Green Man Publishing

Pigweeds

Amaranthus species

Amaranthaceae

These are very common garden weeds in this country, but in South America, they were widely cultivated as an important grain crop, as well as a potherb. I discuss the use of the cultivated species elsewhere, but they are such important edible weeds, that I wanted to include them here too.

Amaranth seed has a better amino acid balance than almost any other common vegetable protein and even contains the lysine and methionine often lacking in plant proteins. It is also rich in vitamins and the minerals calcium, phosphorus and iron. The leaves are rich in protein, vitamins A and C, calcium and iron. The plant has made a comeback as a crop in recent years and amaranth cereals and cookies are appearing in health food stores and the seeds can be found in garden catalogs

Caution: The leaves contain oxalic acid, so should be eaten in moderation. One must also be careful about gathering the plant where chemical fertilizers are used, as they may accumulate nitrates and become toxic. Fortunately when used as a potherb most of these toxins are leached out, so they are unlikely to be consumed in dangerous quantities.

Seed gathering: Gather the seed by bending the ripe heads into a bag and rubbing out the dry seeds. For larger quantities collect the whole heads and leave them on a sheet to dry out. When they are completely dry beat or walk on them to thresh out the shiny black seed, winnow out the chaff and it’s ready to use. Native American women used to do all this in one operation, the whole spike was stripped off into the hand and the chaff was blown away to leave clean seed. If birds were a problem they would tie the ripening flower spikes together.

Seed use: Unlike many wild seeds those of Pigweed need no preparation except cleaning. However toasting improves its flavor and causes it to pop like popcorn. This can be done in a hot pan in the same way as for popcorn (if it won’t pop try sprinkling a little water onto the seed). If you have a large quantity of seed, spread it a half inch deep in a pan and roast it at 350-degree oven for a half-hour, stirring occasionally.

The popped seed can be added whole to baked goods, ground to flour for baking and gruel, The whole raw seed can be sprouted like alfalfa until about one quarter inch long and used in salads and sandwiches. It can also be boiled like millet in salt water. Some people soak it in water overnight before cooking.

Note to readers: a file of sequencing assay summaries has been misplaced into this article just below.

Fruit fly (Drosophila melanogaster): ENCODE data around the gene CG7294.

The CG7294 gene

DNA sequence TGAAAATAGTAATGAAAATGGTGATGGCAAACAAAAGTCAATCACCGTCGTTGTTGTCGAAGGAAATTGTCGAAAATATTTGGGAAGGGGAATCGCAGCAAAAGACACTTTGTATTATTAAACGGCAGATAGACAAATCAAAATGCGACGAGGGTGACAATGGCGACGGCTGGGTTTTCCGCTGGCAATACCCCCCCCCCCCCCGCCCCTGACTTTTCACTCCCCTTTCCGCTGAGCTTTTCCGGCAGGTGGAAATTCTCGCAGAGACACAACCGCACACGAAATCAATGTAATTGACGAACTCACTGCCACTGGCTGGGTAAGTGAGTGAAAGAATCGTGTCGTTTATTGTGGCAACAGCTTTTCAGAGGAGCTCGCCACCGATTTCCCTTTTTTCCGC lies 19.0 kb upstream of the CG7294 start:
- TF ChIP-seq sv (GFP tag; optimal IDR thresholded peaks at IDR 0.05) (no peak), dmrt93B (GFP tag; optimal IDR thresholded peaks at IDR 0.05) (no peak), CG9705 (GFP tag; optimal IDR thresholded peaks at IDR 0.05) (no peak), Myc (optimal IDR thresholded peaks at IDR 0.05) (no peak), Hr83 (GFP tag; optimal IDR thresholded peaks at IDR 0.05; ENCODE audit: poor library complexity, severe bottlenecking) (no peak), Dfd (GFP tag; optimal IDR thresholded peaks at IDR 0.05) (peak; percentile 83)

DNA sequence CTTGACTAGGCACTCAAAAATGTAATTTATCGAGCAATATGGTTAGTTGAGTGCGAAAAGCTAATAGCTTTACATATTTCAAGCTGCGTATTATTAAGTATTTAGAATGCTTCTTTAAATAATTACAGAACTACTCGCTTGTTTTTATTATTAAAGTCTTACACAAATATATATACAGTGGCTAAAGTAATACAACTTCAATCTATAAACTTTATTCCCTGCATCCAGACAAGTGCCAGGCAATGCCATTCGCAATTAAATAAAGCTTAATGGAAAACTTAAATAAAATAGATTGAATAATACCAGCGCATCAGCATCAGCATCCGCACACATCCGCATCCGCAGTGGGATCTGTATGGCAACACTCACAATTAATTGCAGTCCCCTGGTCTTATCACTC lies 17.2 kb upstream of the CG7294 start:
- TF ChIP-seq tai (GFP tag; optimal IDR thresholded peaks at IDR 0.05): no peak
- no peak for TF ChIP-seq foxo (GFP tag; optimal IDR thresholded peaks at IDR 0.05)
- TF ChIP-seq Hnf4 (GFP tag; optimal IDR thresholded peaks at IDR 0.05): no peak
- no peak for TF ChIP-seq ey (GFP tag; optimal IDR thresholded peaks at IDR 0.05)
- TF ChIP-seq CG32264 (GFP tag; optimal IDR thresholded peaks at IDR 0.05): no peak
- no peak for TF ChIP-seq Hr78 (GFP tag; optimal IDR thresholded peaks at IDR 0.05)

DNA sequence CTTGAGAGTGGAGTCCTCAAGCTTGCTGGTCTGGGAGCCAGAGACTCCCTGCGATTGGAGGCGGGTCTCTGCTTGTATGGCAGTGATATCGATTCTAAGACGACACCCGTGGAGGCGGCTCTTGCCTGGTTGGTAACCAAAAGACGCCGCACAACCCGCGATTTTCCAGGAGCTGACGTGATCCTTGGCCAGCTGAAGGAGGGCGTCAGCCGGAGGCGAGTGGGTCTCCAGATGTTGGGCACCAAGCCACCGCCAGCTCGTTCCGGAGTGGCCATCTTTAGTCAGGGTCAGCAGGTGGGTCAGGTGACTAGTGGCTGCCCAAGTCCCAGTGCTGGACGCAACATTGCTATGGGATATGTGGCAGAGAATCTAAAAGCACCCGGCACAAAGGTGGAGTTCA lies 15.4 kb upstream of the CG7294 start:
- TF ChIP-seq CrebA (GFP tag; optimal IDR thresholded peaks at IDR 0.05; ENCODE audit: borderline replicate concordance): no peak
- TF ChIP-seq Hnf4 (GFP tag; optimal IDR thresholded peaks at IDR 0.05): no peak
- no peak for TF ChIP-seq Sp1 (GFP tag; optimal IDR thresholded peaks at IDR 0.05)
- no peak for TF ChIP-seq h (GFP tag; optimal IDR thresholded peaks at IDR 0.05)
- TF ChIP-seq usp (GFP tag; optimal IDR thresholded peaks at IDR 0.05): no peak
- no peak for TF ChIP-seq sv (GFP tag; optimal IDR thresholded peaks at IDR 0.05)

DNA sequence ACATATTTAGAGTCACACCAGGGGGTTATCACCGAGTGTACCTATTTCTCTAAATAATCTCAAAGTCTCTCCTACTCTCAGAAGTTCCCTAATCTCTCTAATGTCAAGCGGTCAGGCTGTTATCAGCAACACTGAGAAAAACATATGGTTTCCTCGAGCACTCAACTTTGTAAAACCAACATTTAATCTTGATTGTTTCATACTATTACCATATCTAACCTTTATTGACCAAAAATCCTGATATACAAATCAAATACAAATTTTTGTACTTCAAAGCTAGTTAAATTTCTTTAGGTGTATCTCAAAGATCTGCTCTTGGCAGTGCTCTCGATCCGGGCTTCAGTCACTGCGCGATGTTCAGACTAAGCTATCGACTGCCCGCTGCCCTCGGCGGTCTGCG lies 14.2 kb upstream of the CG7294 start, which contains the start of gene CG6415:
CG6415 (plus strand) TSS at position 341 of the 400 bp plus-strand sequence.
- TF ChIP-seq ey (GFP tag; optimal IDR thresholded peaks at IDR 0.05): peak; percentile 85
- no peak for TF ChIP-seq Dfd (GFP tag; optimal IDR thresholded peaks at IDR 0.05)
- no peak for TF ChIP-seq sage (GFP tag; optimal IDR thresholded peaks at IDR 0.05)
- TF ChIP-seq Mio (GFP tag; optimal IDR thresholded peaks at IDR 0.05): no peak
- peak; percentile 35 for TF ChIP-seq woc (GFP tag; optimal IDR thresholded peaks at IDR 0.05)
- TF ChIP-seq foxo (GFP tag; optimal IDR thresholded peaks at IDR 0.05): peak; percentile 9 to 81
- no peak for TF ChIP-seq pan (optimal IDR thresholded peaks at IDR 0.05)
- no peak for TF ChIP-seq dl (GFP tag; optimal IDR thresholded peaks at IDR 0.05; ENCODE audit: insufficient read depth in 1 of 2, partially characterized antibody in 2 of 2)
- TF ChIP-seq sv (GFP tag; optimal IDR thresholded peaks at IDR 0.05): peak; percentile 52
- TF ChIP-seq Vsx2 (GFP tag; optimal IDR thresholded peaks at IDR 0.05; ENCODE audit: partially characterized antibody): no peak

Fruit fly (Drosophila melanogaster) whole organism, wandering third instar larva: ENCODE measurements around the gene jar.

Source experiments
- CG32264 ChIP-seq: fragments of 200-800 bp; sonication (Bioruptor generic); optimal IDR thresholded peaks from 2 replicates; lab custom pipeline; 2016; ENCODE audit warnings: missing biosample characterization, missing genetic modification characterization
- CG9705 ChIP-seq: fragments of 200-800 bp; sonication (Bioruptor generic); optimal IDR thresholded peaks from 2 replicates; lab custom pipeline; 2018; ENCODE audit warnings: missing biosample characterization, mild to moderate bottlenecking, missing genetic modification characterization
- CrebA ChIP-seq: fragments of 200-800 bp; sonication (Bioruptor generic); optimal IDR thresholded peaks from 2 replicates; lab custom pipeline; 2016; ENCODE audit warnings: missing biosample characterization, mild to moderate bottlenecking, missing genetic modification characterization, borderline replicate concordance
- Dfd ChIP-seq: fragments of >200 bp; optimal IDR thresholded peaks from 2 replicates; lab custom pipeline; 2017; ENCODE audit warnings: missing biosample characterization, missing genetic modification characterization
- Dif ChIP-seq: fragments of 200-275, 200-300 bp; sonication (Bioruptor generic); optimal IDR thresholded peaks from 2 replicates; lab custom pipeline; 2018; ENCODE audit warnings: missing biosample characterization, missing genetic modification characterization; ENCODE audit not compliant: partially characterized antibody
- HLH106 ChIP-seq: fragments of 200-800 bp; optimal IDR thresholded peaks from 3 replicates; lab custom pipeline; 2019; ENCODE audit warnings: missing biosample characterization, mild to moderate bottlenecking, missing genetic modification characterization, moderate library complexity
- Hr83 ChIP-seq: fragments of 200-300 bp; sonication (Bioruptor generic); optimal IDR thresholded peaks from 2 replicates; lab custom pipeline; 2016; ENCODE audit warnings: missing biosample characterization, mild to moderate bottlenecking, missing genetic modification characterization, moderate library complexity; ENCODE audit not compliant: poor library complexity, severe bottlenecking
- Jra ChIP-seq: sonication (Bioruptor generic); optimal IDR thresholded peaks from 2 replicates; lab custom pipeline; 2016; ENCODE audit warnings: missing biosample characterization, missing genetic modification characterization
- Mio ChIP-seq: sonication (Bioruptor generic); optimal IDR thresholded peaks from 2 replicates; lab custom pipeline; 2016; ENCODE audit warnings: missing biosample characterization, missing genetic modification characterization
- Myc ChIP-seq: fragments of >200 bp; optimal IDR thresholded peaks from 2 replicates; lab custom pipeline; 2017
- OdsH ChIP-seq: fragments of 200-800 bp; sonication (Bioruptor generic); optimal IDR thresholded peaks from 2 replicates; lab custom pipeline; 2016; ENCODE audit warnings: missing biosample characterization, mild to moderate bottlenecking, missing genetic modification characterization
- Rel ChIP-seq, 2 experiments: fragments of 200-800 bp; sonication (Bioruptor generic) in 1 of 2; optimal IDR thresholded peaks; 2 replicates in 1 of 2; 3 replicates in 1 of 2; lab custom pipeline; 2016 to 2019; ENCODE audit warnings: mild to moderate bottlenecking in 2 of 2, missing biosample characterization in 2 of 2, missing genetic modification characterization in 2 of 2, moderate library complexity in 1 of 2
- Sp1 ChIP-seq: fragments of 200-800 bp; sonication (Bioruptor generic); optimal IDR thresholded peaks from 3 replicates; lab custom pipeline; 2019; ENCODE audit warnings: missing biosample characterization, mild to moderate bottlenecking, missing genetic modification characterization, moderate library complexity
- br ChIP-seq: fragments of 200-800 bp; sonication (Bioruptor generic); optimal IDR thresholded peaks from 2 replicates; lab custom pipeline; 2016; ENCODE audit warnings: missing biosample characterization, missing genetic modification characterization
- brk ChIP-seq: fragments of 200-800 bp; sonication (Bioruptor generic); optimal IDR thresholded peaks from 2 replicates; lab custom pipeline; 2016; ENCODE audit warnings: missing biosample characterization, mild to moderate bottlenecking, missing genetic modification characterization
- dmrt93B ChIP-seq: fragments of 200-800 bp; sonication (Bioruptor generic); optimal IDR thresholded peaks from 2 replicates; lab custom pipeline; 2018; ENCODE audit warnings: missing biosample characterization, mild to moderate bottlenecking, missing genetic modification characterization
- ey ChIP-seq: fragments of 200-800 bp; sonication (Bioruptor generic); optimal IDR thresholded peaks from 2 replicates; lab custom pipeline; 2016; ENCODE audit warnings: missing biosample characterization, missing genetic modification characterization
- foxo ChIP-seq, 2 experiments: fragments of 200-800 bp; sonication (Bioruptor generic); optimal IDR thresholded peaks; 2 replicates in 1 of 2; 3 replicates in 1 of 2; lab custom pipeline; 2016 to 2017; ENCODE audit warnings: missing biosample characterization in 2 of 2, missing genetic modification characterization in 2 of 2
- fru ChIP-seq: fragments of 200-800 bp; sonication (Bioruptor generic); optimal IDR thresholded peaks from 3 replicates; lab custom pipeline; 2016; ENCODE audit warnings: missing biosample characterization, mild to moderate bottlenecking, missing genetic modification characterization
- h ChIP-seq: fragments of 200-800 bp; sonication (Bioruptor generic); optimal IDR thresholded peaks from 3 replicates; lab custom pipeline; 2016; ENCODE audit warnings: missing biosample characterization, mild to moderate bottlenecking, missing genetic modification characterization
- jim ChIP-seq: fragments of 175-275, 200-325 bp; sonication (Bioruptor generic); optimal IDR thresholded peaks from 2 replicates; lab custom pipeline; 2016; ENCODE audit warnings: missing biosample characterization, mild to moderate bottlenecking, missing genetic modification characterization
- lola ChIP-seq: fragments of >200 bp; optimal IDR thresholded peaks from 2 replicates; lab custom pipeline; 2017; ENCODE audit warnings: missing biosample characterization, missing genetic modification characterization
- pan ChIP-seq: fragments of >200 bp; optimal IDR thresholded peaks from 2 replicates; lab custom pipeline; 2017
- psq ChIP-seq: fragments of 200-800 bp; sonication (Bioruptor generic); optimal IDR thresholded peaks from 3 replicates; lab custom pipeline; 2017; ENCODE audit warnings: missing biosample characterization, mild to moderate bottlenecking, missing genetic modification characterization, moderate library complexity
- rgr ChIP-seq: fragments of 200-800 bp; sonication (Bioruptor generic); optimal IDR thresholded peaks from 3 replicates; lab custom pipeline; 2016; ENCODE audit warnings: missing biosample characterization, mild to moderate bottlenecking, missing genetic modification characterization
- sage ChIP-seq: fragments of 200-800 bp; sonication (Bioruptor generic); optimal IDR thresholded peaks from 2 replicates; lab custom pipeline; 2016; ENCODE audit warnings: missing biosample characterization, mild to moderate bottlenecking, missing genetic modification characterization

Greens: The tender young spring leaves and growing tips are good until the flower appear and may be used in salads, or boiled for 5 ‑ 10 minutes as a potherb. Older leaves may be added to soup, or boiled as a potherb for 20 minutes.

Probably the best way to cook Pigweed greens is to sauté some onion and garlic in a pan and then add the washed greens. The water sticking to the leaves will be enough to cook them. If you plan to serve these to guests you might want to call them something other than Pigweed, maybe Chinese Spinach.

The leaves are a useful addition to green drinks (see Comfrey ‑ Symphytum).

Medicine: The mildly astringent leaves have been used as a poultice for wounds, insect bites and stings. These wind-pollinated plants often cause hay fever.

Animal food: Wild Pigweeds are an important food source for many wild birds and have been planted or encouraged to help feed domestic fowl. The foliage is a valuable feed for livestock.

Crop uses: Some Amaranthus species are becoming important crop plants once again. They originated in the tropics and use C4 photosynthesis, which makes them more efficient in the high heat and light intensities found there. Consequently they can produce a lot of food in a limited area. Individual seed heads from cultivated plants may weigh up to five pounds each and the plants may yield up to two pounds of seed per square yard. Not many North American tribes cultivated Amaranths, but they did encourage them to grow nearby by scattering seed in suitable places.  If you have the space this is still a good way to grow them. Some cultivated varieties have white seed instead of black.

A number of species are cultivated as warm weather substitutes for spinach. Look for the seeds under the names Tampala, Chinese Spinach or Hinn Choy.

Cultivation: Sow the seed directly in rich soil, after frost danger is past and the soil is warm. Once established they grow like weeds and produce ripe seed heads in 3 ‑ 4 months. They self-sow readily.

Horticultural uses: These species are a mixed lot, with crop plants, ornamentals and weeds all represented. The ornamental species (Love‑Lies‑Bleeding, Joseph’s’ Coat) also produce edible leaves and seed. Amaranths are said to be good companions for Carrot, Radish, Pepper, Eggplant, Potato, Corn, Cucumber, Tomato and Onion.

Some species are serious agricultural weeds. They produce an abundance of long-lived (up to forty years) seed and can out-compete almost all crop plants.

Best species include:

A. diacanthus.

A. hybridus ‑ Green Pigweed

A. palmeri. ‑ Palmers Pigweed

A. powelli ‑ Powells Pigweed

A. retroflexus ‑ Red Root Pigweed

A. spinosus ‑ Thorny Pigweed

A. cruentus ‑ Purple Amaranth

A. hypochondriacus ‑ Princes Feather

These last two species are sometimes cultivated.

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